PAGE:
Take the 2-minute tour ×
Stack Overflow is a question and answer site for professional and enthusiast programmers. It's 100% free, no registration required.

When running a batch that determines the average latency of a set of pings, I've come across an unusual problem. When piping a ping to the FIND command, if the string being searched for is not found in the ping, the the FOR loop does not execute the DO portion, but instead skips to the next iteration.

Take this command for example:

FOR /F "tokens=*" %X in ('ping -n 1 -w 1000^|FIND "Average"') do echo Result: %X

If you toss that into a command line, you get the expected result:

Result: Minimum = 23ms, Maximum = 23ms, Average = 23ms

For a failed ping, I would expect to see: Result:

Instead the result is null. You can try this by tossing a dead IP in there.

FOR /F "tokens=*" %X in ('ping -n 1 -w 1000^|FIND "Average"') do echo Result: %X

When using this in a batch script where the command is iterating IP addresses from a text file, this causes me all kinds of havoc.

For example, I have ip.txt which contains {,,}. When the batch files runs in a loop, I expect the output to be: - 23ms - 36ms - - 20ms - 18ms - 

Instead I get: - 23ms - 36ms - 20ms - 18ms

The lines that FIND returns without a value ignore the DO phase and instead iterate immediately.

I've never seen a FOR loop ignore the DO phase and keep iterating under any circumstance before. Any workarounds or even just an explanation as to why this is happening would be wonderful.


EDIT1: Harry Johnston

Thanks for the quick reply. Unfortunately the problem can't be solved outside the FOR loop as best I can tell.

This works fine for the single IP example, but not for multiple values being iterated. The problem is, as laid out, your example will only ever return a single line after all iterations, and that line will be the value of the last iteration.

This is much closer to the actual code that's running. Create a text file name ip.txt and fill it with a list of IP addresses, one per line.


@echo off
if not exist [logs] md [logs]
FOR /F "eol=;" %%i in (ip.txt) do for /f "tokens=9" %%p in ('ping %%i -n 3 -w 1000 ^|FIND "Average"') do echo Result - %%p 


With your solution this will only ever echo the result of []'s ping. As is it will return the first and third results, completing skipping te second.

EDIT2: dbenham

You guys are great, this worked out perfectly! Thank you again for taking the time to explain the problem as well as providing an answer :)

FOR /F "eol=;" %%i in (ip.txt) do for /f "tokens=9" %%p in ('ping %%i -n 3 -w 1000^|find "Average"^|^|echo . . . . . . . . ERROR') do echo Result: %%p
share|improve this question

2 Answers 2

up vote 1 down vote accepted

Harry Johnston is 100% correct, the behavior you are seeing is exactly as expected. When you PING an invalid address the FIND command is not producing any output so there is nothing to iterate!

You need to modify the IN() clause so that the invalid addresses still produce output. I see 2 simple solutions:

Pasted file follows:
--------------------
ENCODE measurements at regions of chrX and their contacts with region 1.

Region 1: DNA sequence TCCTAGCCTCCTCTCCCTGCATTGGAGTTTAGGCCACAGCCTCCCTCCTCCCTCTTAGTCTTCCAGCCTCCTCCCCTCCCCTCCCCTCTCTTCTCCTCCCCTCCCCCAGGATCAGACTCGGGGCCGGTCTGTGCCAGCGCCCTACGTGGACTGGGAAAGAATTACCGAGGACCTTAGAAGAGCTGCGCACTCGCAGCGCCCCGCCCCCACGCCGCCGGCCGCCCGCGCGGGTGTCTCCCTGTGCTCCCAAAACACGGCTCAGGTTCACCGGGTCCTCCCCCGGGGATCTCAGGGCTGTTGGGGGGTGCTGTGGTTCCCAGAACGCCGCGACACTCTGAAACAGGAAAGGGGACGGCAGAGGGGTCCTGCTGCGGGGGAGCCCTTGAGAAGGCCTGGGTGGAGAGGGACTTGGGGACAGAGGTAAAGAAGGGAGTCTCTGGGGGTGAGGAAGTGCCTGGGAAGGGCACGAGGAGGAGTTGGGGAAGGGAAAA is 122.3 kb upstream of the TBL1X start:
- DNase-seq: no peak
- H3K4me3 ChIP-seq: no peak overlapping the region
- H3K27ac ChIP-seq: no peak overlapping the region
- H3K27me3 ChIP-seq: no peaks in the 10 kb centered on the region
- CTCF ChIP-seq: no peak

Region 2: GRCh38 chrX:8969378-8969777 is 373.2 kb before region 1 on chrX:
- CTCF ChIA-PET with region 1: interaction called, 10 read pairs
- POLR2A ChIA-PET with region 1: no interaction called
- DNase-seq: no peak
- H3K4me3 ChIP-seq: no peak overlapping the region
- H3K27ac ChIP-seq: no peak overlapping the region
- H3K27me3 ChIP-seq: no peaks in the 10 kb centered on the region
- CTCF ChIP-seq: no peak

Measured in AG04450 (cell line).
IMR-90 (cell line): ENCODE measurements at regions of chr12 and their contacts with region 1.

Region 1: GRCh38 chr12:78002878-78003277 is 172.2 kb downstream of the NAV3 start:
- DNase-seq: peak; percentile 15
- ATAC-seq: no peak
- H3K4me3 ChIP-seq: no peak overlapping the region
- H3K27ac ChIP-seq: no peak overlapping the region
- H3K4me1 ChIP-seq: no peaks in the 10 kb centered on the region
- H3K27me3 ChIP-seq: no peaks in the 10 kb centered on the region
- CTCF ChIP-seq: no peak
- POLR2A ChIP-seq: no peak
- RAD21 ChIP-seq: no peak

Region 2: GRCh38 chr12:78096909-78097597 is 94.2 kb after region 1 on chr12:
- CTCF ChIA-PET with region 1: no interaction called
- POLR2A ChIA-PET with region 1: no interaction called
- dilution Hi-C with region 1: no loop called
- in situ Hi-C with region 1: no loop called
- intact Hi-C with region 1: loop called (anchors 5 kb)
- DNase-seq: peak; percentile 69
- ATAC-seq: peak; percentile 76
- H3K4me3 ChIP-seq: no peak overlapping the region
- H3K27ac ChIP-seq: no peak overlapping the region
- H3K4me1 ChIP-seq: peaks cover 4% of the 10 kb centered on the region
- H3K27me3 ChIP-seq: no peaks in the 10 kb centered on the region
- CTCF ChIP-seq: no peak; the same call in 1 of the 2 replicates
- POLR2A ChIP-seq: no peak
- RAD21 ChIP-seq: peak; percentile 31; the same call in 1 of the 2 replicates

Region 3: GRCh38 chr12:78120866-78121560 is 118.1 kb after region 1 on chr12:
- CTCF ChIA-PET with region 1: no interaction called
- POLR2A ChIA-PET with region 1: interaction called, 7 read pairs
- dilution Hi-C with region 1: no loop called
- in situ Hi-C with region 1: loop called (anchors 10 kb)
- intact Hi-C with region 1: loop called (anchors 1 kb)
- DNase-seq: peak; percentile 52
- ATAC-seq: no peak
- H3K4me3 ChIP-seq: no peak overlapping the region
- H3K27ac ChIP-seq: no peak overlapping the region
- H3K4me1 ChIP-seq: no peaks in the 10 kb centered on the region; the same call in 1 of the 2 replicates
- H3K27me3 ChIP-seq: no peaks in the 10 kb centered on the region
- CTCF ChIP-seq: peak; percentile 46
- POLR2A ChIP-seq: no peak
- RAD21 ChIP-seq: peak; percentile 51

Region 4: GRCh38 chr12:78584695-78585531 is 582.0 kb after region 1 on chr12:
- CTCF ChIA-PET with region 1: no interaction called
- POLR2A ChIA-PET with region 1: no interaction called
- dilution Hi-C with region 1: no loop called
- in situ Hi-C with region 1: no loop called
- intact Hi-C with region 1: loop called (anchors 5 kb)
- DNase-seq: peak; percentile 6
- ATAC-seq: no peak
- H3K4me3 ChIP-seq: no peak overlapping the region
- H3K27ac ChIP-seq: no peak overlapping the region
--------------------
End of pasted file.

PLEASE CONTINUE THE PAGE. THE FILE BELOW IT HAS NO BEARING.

1) Use FINDSTR instead of FIND and search for "Average" and "100% loss". If there are more than 9 tokens then it is an error situation. For this demo I embedded the IP addresses in the script.

@echo off
for %%I in ( do for /f "tokens=9,10" %%A in (
   'ping %%I -n 3 -w 1000^|findstr /c:"Average" /c:"100%% loss"'
) do if "%%B" neq "" (echo %%I  ERROR) else echo %%I  %%A

and here is some sample output:  37ms  ERROR

2) Use the || operator to conditionally echo a line if FIND fails

for %%I in ( do for /f "tokens=9" %%A in (
    'ping %%I -n 3 -w 1000^|find "Average"^|^|echo . . . . . . . . ERROR'
) do echo %%I  %%A

The output is the same as for the 1st code.

It is also trivial to extend Harry's solution to support a list of IPs. Simply reset the result variable before the inner loop.

setlocal enableDelayedExpansion 
for %%I in ( do (
  set "result=ERROR"
  for /f "tokens=9" %%A in (
      'ping %%I -n 3 -w 1000^|find "Average"'
  ) do set "result=%%A"
  echo %%I  !result!

Again, the output is the same.

share|improve this answer
Thank you! The whole situation makes a bit more sense now. My first attempts were to use your second method, I didn't think to extend the 8 delimiters before the ERROR return. I was just caught up that without those delimiters the result was NULL. –  Xestrix Oct 25 '12 at 6:25

This is expected behaviour. The DO clause is executed once for each line of output, and the FIND command only outputs lines that match the clause, so the DO clause will be executed only if at least one line matches the clause.

You could try something like this:

set result=No Response
FOR /F "tokens=*" %X in ('ping -n 1 -w 1000^|FIND "Average"') do set result=%X
echo Result: %result%
share|improve this answer
Thanks for the suggestion, I edited the question to show why this doesn't solve the issue. –  Xestrix Oct 25 '12 at 4:10

Your Answer


By posting your answer, you agree to the privacy policy and terms of service.

Not the answer you're looking for? Browse other questions tagged or ask your own question.